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“Civilization and the Human Sense of Self” By Charles Eisenstein
An excerpt from the book The Ascent of Humanity
More than any other species, human beings are gifted with the power to manipulate their environment and the ability to accumulate and transmit knowledge across generations. The first of these gifts we call technology; the other we call culture. They are central to our humanity.
Accumulating over thousands of years, culture and technology have brought us into a separate human realm. We live, more than any animal, surrounded by our own artifacts. Among these are works of surpassing beauty, complexity, and power, human creations that could not have existed—could not even have been conceived—in the times of our forebears. Seldom do we pause to appreciate the audacity of our achievements: objects as mundane as a compact disc, a video cell phone, an airplane would have seemed fantastical only a few centuries ago. We have created a realm of magic and miracles.
At the same time, it is quite easy to see technology and culture not as a gift but as a curse. After millennia of development, the power to manipulate the environment has become the power to destroy it, while the ability to transmit knowledge transmits as well a legacy of hatred, injustice, and violence. Today, as both the destruction and the violence reach a feverish crescendo, few can deny that the world is in a state of crisis. Opinions vary as to its exact nature: some people say it is primarily ecological; others say it is a moral crisis, a social, economic, or political crisis, a health crisis, even a spiritual crisis. There is, however, little disagreement that the crisis is of human origin. Hence, despair: Is the present ruination of the world built in to our humanity?
Are genocide and ecocide the inevitable price of civilization’s magnificence?
Need the most sublime achievements of art, music, literature, science, and technology be built upon the wreckage of the natural world and the misery of its inhabitants? Can the microchip come without the oil slick, the strip mine, the toxic waste dump? Under the shadow of every Chartres Cathedral, must there be women burning at the stake? In other words, can the gift of technology and culture somehow be separated from the curse?
The dashed Utopian dreams of the last few centuries leave little hope. Despite the miracles we have produced, people across the ideological spectrum, from Christian fundamentalists to environmental activists, share a foreboding that the world is in grave and growing peril. Temporary, localized improvements cannot hide the ambient wrongness that pervades the warp and woof of modern society, and often our personal lives as well. We might manage each immediate problem and control every foreseeable risk, but an underlying disquiet remains. I am referring simply to the feeling, “Something is wrong around here.” Something so fundamentally wrong that centuries of our best and brightest efforts to create a better world have failed or even backfired. As this realization sinks in, we respond with despair, cynicism, numbness, or detachment.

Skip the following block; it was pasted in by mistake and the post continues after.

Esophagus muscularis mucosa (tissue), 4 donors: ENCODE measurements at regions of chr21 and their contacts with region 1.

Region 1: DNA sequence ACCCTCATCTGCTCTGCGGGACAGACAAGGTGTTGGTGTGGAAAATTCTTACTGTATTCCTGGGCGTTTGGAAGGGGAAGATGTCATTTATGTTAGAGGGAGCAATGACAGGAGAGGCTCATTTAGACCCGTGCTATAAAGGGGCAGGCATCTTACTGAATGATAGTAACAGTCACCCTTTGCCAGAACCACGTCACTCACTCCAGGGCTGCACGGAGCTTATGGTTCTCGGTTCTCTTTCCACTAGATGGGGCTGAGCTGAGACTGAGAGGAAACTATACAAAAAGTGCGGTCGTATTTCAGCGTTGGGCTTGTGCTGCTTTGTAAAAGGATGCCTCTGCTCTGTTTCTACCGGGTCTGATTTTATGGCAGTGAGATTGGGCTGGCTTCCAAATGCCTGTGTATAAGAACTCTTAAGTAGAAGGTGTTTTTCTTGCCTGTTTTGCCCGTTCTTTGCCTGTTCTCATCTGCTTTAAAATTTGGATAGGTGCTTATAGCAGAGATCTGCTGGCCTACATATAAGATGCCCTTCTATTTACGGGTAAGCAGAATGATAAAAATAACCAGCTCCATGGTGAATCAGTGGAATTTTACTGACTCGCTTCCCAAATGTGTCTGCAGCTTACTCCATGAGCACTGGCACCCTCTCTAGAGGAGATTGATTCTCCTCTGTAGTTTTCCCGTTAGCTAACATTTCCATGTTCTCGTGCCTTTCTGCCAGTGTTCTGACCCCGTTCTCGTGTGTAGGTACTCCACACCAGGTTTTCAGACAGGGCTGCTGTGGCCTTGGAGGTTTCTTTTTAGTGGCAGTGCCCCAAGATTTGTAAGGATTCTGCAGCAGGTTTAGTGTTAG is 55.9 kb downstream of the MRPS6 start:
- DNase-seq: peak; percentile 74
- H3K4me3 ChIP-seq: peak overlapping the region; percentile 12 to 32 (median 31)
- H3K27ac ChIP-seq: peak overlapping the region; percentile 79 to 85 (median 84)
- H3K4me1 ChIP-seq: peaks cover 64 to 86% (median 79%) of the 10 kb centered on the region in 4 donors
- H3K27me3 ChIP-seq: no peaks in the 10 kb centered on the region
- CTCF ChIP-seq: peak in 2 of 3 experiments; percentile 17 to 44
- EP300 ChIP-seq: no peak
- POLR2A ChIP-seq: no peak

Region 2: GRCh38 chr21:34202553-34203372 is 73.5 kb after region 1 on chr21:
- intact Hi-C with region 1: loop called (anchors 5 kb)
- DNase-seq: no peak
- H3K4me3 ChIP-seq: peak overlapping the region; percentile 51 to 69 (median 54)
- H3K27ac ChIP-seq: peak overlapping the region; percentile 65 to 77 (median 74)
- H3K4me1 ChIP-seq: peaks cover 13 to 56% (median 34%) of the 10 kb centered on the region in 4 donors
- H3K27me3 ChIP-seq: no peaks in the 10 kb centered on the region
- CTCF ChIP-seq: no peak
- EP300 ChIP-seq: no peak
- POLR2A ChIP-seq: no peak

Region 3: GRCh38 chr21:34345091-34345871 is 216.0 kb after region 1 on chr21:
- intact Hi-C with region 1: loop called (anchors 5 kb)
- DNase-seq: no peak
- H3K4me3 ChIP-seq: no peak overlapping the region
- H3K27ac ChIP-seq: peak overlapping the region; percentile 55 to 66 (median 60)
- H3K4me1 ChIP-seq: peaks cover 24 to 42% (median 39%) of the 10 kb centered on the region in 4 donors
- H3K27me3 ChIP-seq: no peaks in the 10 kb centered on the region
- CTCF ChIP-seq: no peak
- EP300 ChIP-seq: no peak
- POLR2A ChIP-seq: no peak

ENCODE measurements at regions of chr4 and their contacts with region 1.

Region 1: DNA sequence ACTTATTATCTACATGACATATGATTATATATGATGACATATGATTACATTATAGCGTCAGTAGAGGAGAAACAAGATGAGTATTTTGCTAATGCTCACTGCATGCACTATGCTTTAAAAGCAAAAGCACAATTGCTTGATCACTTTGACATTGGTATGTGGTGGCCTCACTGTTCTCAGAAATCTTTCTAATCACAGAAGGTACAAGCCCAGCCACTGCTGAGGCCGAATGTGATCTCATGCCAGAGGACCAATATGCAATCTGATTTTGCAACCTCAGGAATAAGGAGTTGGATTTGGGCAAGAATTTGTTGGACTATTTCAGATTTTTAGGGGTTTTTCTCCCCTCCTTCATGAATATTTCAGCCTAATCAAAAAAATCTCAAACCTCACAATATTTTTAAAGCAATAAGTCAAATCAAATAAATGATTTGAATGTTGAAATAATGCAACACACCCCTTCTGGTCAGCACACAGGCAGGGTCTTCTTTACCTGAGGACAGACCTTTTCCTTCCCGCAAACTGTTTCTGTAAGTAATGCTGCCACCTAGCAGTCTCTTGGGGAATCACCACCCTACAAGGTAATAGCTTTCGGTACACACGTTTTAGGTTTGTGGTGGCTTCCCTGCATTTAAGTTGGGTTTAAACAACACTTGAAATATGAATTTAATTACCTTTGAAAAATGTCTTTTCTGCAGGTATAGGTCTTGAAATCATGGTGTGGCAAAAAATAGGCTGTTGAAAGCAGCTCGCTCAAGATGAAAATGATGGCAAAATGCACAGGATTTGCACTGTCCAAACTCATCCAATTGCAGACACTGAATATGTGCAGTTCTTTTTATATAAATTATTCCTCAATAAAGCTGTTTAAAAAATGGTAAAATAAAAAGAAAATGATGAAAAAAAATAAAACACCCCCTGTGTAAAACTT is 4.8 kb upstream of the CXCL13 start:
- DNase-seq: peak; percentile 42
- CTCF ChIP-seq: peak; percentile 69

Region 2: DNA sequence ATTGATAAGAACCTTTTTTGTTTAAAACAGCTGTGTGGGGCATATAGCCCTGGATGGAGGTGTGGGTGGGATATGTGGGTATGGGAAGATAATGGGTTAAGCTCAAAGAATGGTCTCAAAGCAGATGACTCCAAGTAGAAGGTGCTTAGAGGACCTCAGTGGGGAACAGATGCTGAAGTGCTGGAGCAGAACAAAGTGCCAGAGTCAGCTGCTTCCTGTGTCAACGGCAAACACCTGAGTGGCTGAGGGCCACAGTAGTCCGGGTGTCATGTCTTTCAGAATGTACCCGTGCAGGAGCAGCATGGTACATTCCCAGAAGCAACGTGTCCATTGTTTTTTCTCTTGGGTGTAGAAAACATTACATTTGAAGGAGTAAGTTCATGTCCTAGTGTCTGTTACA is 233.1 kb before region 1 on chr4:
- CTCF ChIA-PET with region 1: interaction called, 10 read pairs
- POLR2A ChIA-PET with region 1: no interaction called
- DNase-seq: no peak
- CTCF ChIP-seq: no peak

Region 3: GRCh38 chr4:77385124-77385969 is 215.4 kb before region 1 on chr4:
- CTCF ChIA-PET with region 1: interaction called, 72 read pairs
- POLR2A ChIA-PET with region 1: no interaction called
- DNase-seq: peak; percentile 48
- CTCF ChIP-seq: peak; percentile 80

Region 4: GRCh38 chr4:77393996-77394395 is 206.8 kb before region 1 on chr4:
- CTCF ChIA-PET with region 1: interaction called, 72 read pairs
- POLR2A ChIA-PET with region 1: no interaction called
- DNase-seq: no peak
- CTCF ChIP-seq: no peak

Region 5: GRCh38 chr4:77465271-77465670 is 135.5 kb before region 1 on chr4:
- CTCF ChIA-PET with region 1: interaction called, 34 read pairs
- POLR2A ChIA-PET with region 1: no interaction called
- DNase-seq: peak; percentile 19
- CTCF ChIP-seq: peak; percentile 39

Yet no matter how complete the despair, no matter how bitter the cynicism, a possibility beckons of a world more beautiful and a life more magnificent than what we know today. Though we may rationalize it, it is not rational. We become aware of it in moments, gaps in the rush and press of modern life. These moments come to us alone in nature, or with a baby, making love, playing with children, caring for a dying person, making music for the sake of music or beauty for the sake of beauty. At such times, a simple and easy joy shows us the futility of the vast, life-consuming program of management and control.
We intuit that something similar is possible collectively. Some of us may have experienced it when we find ourselves cooperating naturally and effortlessly, instruments of a purpose greater than ourselves that, paradoxically, makes us individually more and not less when we abandon ourselves to it. It is what musicians are referring to when they say, “The music played the band.”
Another way of being is possible, and it is right in front of us, closer than close. That much is transparently certain. Yet it slips away so easily that we hardly believe it could be the foundation of life; so we relegate it to an afterlife and call it Heaven, or we relegate it to the future and call it Utopia. (When nanotechnology solves all our problems … when we all learn to be nice to each other … when finally I’m not so busy …) Either way, we set it apart from this world and this life, and thereby deny its practicality and its reality in the here and now. Yet the knowledge that life is more than Just This cannot be suppressed, not forever.
I share with dreamers, Utopians, and teenagers an unreasonable intuition of a magnificent potential, that life and the world can be more than we have made of them.
What error, then, what delusion has led us to accept the lesser lives and the lesser world we find ourselves in today? What has rendered us helpless to resist the ugliness, pollution, injustice, and downright horror that have risen to engulf the planet in the last few centuries? What calamity has so resigned us to it, that we call this the human condition? Those moments of love, freedom, serenity, play—what power has made us believe these are but respites from real life?